Some scientists now call the human race an endangered species, facing its toughest challenge in history.
Birth rates are at an all-time low. Male live births are in decline. In the U.S., the birth rate is only 1.8. (It takes 2.1 for the population of any given area to remain stable.) In Hong Kong and South Korea, it’s 1.1.
Author Shanna H. Swan, Ph.D. writes that fertility should matter to everyone—whether they’re in their child-bearing years or not—because fertility has vast implications for a person’s overall health.
In other words, what’s good for your reproductive health benefits your heart, brain, and immune system too. And what’s bad can lead to a cascade of diseases, including heart disease and cancer.
In the book Count Down: How Our Modern World is Threatening Sperm Counts, Altering Male and Female Reproductive Development, and Imperiling the Future of the Human Race, Prof. Swan explores what our plummeting birth rates mean for the future of humanity. Some of her findings are beyond alarming.
For example, male infertility is increasing almost universally.
Based on 185 studies of 42,935 men, total sperm counts have fallen more than 59 percent in the past 40 years. The World Health Organization deems a sperm count under 15M (million) to be “low.” Yet a Danish study found that levels under 40M thwart conception.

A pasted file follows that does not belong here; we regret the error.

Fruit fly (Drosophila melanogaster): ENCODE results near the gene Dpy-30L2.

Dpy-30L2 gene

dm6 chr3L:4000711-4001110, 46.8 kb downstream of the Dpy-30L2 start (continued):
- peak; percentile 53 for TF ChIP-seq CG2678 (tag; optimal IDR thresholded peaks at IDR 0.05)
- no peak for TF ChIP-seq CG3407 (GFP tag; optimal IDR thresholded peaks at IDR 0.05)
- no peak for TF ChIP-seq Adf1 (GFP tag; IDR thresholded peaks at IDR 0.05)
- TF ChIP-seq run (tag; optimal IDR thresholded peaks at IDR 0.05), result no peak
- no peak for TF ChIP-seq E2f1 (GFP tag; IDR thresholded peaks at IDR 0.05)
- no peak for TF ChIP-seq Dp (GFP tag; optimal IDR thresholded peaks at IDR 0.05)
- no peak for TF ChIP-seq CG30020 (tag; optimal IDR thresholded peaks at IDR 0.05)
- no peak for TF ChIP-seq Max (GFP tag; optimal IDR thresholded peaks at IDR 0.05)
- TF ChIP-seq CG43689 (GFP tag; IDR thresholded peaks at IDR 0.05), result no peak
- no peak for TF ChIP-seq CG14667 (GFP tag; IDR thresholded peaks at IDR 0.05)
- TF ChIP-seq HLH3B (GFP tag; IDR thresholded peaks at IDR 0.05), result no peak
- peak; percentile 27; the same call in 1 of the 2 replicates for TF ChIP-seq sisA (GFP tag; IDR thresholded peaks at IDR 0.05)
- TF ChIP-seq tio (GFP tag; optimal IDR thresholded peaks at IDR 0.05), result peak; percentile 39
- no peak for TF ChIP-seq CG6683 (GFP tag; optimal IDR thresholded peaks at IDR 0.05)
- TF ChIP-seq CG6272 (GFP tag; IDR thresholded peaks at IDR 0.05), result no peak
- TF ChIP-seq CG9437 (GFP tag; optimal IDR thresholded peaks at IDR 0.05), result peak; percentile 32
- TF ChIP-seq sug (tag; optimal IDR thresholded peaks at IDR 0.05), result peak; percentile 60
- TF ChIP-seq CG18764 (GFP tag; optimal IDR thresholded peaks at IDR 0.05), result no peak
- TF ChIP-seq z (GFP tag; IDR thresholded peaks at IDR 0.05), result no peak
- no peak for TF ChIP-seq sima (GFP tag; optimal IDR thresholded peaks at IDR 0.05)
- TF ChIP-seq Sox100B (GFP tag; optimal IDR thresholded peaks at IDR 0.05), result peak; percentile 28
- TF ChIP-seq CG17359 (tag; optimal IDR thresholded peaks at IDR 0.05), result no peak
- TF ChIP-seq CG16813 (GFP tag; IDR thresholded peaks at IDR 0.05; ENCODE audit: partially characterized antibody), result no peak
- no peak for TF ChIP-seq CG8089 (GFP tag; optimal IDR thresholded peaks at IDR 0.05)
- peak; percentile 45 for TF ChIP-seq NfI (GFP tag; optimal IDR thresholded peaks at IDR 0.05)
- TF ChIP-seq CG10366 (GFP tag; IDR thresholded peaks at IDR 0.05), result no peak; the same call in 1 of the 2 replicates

And sperm count isn’t the only factor. Vitality (percent of sperm that are alive) and morphology (size/shape) matter too. Studies show declines here also.
Sperm Banks are Running Low
Sperm banks paint a telling picture. They need healthy sperm. Yet they’re having trouble finding qualified donors.
In the U.S., 69 percent of potential donors made the cut in 2003. By 2013, only 44 percent did, despite improved lifestyle (exercise, diet, not drinking to excess.) In China, qualified donors collapsed from 56 percent in 2001 to 18 percent in 2015– a massive decrease.
By any measure, sperm aren’t doing well these days – though most men don’t realize this.
The author states that men don’t know the quality of their sperm determines their success in conception. They generally assume that they can impregnate their partner at will. But that’s not the new reality.
One hidden factor often goes unrecognized: low testosterone. A healthy testosterone level is essential for healthy sperm.
But don’t run out and get testosterone hormone replacement just yet. That lowers sperm count so much (even to zero!) that some promote it as a birth control method. This is because testosterone treatment decreases levels of another hormone called follicle-stimulating hormone (FSH), which is essential to sperm production. The good news is that, in most cases, male infertility caused by testosterone treatment is reversible.